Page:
“Soul Collage™ is highly individual,” said Roberta, who is also a Soul Collage™ facilitator and trainer. “One woman said it’s helpful and appealing to her because she didn’t have the words to describe how she was feeling after her husband died. The images gave her a way to express what she was feeling.”

The Soul Collage™ process, (www.soulcollage.com) is an intuitive collage process developed by Seena Frost in the late 1980’s, but differs from other collage in that participants make cards that invite an intuitive exploration of one particular aspect of life. Continued work with this process can create a deck filled with insight and wisdom about our deepest selves.

“Soul Collage™ is not static. The collages are small and are meant to be used on a continuous basis,” said Roberta. “It’s a visual journaling process. There are a lot of ways it can help. Soul Collage™ can help commemorate a loved one; it can help examine your own grief; and examine re-entry into a new life. I give out guidelines and basic info about what Soul Collage™ is, but the more intuitive the better. Beyond that the only theme is we all have experienced loss.”

Sometimes in bereavement groups, she will offer a single collage experience, inviting participants to create something honoring a lost loved one or an aspect of that relationship. In ongoing programs, the group examines feelings and the grief process more in depth. But either way, participants walk away with a little piece of art they have created that resonates with them in a deep way. The cards are portable and can be placed on a home altar or carried with them. Reflection on the cards can bring about meaning that changes over time. And for people who are intimidated by any artistic endeavor, just think back to kindergarten and how much fun it was to wield some glue and scissors in your hands. Drawing from innate wisdom, we can be led to just the right symbols, pictures and words we need to make this process useful in entering into our grief and shaping the life to come.

Colleen Russell (www.Quest4Wholeness.com) considers herself a midwife for the soul and Soul Collage™ is a part of her life and practice. After being no stranger to poverty, as a single mom with a 12 year old son, she somehow put herself through college and climbed the proverbial corporate ladder. A leadership program taught her to set goals and “put legs” under dreams. One dream was to be married and when she was 30 her dream came true when she met Dennis who was 42. In less than a year they were married. It was a fast romance but not a fairy tale one. Life challenged them both as they worked to learn how to be together, how to be open to love, and the transition from being alone to being in partnership. They were married five years and just reshaping their lives as a busy corporate couple, about to enter the empty nest part of their lives, when tragedy struck. While on a holiday skiing vacation Dennis had a heart attack and died. He was 47 years old.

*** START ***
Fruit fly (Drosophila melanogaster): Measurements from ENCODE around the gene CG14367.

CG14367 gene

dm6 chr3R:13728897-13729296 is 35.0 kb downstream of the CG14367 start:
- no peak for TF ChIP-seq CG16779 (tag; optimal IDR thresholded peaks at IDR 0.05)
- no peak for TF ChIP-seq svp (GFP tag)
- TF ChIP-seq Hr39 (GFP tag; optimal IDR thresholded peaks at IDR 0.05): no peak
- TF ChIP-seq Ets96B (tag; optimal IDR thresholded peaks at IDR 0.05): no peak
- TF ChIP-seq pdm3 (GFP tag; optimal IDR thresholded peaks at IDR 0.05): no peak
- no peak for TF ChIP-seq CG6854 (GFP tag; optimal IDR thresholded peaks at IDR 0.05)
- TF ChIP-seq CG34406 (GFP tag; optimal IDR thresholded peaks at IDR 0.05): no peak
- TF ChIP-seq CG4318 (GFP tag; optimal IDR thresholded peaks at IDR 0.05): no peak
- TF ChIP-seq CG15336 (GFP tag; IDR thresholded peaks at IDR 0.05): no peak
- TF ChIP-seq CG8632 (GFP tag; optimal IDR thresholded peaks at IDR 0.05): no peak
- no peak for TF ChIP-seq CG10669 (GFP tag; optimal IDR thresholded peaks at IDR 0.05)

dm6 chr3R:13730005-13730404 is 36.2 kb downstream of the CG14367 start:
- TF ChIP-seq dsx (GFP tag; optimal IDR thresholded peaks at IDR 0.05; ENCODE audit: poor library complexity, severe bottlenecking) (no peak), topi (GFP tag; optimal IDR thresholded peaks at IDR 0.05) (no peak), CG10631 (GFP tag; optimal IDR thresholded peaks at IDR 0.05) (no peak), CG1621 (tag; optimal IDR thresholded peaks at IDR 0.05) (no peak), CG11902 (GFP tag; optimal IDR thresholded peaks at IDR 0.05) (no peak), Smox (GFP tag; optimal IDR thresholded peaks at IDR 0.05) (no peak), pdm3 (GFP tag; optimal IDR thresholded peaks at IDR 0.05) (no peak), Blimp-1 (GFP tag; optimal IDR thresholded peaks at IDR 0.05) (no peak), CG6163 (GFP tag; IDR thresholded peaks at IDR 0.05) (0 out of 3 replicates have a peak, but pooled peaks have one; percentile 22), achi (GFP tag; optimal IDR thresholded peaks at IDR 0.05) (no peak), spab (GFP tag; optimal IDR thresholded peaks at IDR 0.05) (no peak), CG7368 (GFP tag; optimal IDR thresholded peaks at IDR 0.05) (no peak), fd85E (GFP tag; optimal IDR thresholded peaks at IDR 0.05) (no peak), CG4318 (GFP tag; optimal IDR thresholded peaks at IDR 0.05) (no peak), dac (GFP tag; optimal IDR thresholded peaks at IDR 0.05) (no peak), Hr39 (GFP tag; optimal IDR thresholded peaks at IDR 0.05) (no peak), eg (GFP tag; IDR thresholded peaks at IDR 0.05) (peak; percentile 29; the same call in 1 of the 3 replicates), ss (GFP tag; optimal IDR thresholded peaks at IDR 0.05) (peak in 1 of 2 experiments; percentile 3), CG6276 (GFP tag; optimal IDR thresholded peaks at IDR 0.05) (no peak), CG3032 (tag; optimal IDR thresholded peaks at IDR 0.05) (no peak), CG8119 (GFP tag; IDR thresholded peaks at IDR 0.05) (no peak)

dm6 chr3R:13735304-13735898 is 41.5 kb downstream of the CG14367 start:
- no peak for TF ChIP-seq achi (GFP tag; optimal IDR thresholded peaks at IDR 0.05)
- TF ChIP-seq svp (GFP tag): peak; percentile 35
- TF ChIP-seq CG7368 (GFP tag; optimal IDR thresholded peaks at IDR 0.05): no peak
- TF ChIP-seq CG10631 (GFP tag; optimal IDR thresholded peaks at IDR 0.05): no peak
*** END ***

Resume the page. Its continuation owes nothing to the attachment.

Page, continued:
Soul CollageKatie McDonald“Nothing could have prepared me for that kind of loss,” said Colleen. “The dream was gone. I wasn’t expecting death to come knocking on my door.”

She feels fortunate that she had just begun to see a counselor and had intended on doing some deeper work and now she had the opportunity.

“I was really fortunate that God or some higher power put this woman in my path. She helped me with grief and finding my true self. I started journaling my grief experience. I wanted to know why this hurt so much.”

Colleen was being challenged to let go on many levels. She did some journaling and began collecting collage images in a conscious way, as a path to express her feelings.

“It just hurt. There were no words. The images brought journaling to a deeper place. My journal was a gift of beauty that came out of that situation. Any time you can take what’s inside of you and get it out in a creative way, it facilitates the healing process. I gave up my career. I was no longer a wife, an employee or a mother in the same way. I questioned who I was and where I was going. I asked, “What gives my life meaning?” Without all these identities, who am I? I needed to take time to find myself.”

She put all her possessions in storage and traveled to Iona, Scotland, and to Ireland, the land of her ancestors. While traveling, she took classes in expressive arts, and creativity became a healing process for her. She pursued a master’s degree in Trans Personal Psychology and learned a lot about the spiritual journey to wholeness.

“Tragedy and loss can help bring us into a fuller expression of ourselves,” said Colleen. “One way is through the arts. The arts can heal what needs to be healed and reveal what wants to come out.”

In 2008 she became a Soul Collage™ facilitator and found it to be a powerful and playful tool to discover your true inner self. And the beauty, she points out, is that no one needs to be an artist to do collage. All you need are scissors, glue and images that come in your mailbox every day.

“In doing collage the whole creative process begins to awaken something deeper.”

Katie McDonald, a Rhode Island holistic nutrition and wellness coach, (www.bnourished.com) found that to be true as well. More than a decade ago, Katie spent all her time involved with motherhood and corporate America. She also suffered from a litany of physical problems, not the least of which was ulcerative colitis. She transformed herself and her life and is no longer a part of the corporate culture but instead helps to transform others. One of the many tools she offers her clients is a collage process she calls vision boards, a process she knows the benefits of first hand.